Senator Mike Duffy's lawyer has begun turning over hundreds of emails to the RCMP following a request by the Mounties last Friday to hand over documentation that may prove to be "evidence of criminal wrongdoing by others," CBC News has learned.
In a letter obtained by CBC News on Monday, the RCMP said they were interested in "emails from the [Prime Minister's Office] specifically relating to a script for Senator Duffy to follow in advance of obtaining funds from a RBC loan to repay the Receiver General."
The emails being turned over to the Mounties by Duffy's lawyer Donald Bayne are said to be "much more explicit" about the Prime Minister's Office script that Duffy said he was to follow.
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Before he was suspended without pay, Duffy alleged in a speech to the Senate last week that he was the victim of a plan concocted by the Prime Minister's Office "to deceive Canadians as to the real source of the $90,000" he used to repay his ineligible expenses last March.
CBC News has learned that in one of the emails being turned over to the RCMP, Duffy recounts a conversation in which Wright supposedly described the PMO's chosen lines and a scenario including "cash for repayment." If so, that could help the Mounties establish whether that cash was an illegal inducement to get Duffy to go along with the alleged script.
News that Duffy's lawyer is turning over emails that are said to bear on Duffy's secret deal with the PMO will undoubtedly put Prime Minister Stephen Harper right back in the opposition's line of fire.
While Harper may have rid himself of three former Conservative senators who had become a thorn in his side, Tuesday's suspension of Duffy, Pamela Wallin and Patrick Brazeau without pay did not stop the opposition parties from keeping up their attacks on Harper during question period on Wednesday.
Both the Official Opposition New Democrats and the Liberals asked Harper whether key Conservatives had any role in his former chief of staff's decision to repay Duffy's $90,000 in ineligible expenses from his own pocket. Nigel Wright later arranged for the party to pay the embattled senator's legal fees.
'This is government business. This is the public's business' - Tom Mulcair, NDP Leader
"Was Jenni Byrne [political director of the Conservative Party] aware of the plan to repay Mike Duffy's expenses using Conservative Party funds? Yes or no?" Mulcair asked Harper.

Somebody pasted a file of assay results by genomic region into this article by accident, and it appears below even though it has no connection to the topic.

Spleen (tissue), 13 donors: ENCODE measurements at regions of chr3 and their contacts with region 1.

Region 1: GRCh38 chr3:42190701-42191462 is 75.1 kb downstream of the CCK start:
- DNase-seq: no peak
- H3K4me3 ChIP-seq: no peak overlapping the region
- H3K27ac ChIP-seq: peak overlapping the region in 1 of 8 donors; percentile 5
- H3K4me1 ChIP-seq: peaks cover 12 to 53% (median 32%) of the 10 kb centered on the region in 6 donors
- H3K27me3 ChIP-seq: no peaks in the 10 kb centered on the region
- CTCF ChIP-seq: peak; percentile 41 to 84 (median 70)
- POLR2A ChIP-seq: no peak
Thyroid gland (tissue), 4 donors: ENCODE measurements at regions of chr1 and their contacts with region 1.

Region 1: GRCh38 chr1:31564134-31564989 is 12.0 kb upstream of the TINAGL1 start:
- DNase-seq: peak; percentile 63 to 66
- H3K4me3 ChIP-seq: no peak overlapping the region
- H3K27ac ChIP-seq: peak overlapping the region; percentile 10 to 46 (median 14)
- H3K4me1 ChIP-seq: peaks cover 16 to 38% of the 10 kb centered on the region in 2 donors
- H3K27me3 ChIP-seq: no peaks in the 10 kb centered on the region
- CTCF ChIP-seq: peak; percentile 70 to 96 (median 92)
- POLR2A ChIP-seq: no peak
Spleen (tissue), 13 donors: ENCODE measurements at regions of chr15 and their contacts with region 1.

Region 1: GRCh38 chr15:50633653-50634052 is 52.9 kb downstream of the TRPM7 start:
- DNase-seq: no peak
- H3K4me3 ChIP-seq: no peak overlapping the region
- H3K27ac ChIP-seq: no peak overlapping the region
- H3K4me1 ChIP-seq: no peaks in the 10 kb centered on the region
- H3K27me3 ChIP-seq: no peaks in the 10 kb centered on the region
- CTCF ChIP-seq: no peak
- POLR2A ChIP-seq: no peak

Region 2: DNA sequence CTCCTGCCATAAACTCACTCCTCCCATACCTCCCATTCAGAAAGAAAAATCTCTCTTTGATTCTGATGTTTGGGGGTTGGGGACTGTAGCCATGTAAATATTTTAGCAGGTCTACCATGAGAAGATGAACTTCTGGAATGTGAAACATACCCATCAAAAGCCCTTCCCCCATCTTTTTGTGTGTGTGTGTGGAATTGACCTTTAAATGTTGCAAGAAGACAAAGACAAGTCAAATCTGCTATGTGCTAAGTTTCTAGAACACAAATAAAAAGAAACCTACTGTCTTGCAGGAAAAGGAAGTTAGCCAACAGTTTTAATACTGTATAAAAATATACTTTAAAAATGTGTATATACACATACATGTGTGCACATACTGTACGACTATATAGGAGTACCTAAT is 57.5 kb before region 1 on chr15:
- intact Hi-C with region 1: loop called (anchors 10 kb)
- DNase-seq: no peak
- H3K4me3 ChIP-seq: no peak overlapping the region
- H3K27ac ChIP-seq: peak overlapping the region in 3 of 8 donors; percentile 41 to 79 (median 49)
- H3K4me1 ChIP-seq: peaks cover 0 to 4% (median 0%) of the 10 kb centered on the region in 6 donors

Byrne, whom Mulcair noted has a fearsome reputation, currently works as the deputy chief of staff to the prime minister.
"Without proof, the leader of the NDP is making allegations against people. Clearly Mr. Wright acted alone and accepted responsibility for that," Harper responded.
Commons Speaker intervenes
In a surprising move, House of Commons Speaker Andrew Scheer intervened on more than one occasion to warn Mulcair to stick to government business, not party business.
"As I heard it, it seemed mostly to deal with party business but I'll let the right honourable prime minister answer," Scheer told the Commons.
The prime minister reiterated that Wright has taken responsibility for his actions and was held accountable.
The leader of the NDP hit back at the Speaker saying, "Just to be clear, perfectly clear, this is about a coverup in the Prime Minister's Office. This is government business. This is the public's business."
NDP MPs erupted in cheers before Mulcair pressed on with another question to Harper.
Mulcair said Wright told the RCMP that Irving Gerstein, a Conservative senator and chief fundraiser for the party, approved the original plan to pay back Duffy's ineligible expenses using party money.
But Gerstein dismissed Wright's version of events during a speech to the party faithful in Calgary last weekend.
"Both can't be true. Did Senator Gerstein lie to Conservative Party members?" Mulcair asked Harper.
The prime minister did not answer the question directly, saying only that Wright made the decision to repay Duffy's ineligible expenses. "That's a decision he took himself," Harper said.
Liberal MP Geoff Regan asked the government whether Chris Woodcock, former director of issues management for Harper, had been contacted by the RCMP.
'Mr. Wright has been very clear on who he brought into his confidence on this matter' - Paul Calandra, parliamentary secretary to the prime minister
Woodcock went from working in the Prime Minister's Office to currently serving as chief of staff to Natural Resources Minister Joe Oliver.
Paul Calandra, Harper's parliamentary secretary, did not directly answer the question, saying the Prime Minister's Office will continue to co-operate with authorities.
Calandra added that "Mr. Wright has been very clear on who he brought into his confidence on this matter."
PMO is co-operating with RCMP
Wright told the RCMP, according to court documents filed in July, that he told four people in Harper's office that he was going to write Duffy a cheque: Gerstein, David van Hemmen, Benjamin Perrin, and Woodcock.
On Tuesday, Harper told the Commons his office was not under investigation by the RCMP.
However, in an email to CBC News after question period, a spokesman for the prime minister confirmed police have asked the Prime Minister's Office for documents and the PMO has provided them.
"Yes. We have actively assisted them," said Jason MacDonald, the director of communications for Harper.
The Senate voted Tuesday night to suspend senators Brazeau, Duffy and Wallin for inappropriate expense claims.
All three senators are under investigation by the RCMP over questionable expense claims.
No charges have been laid.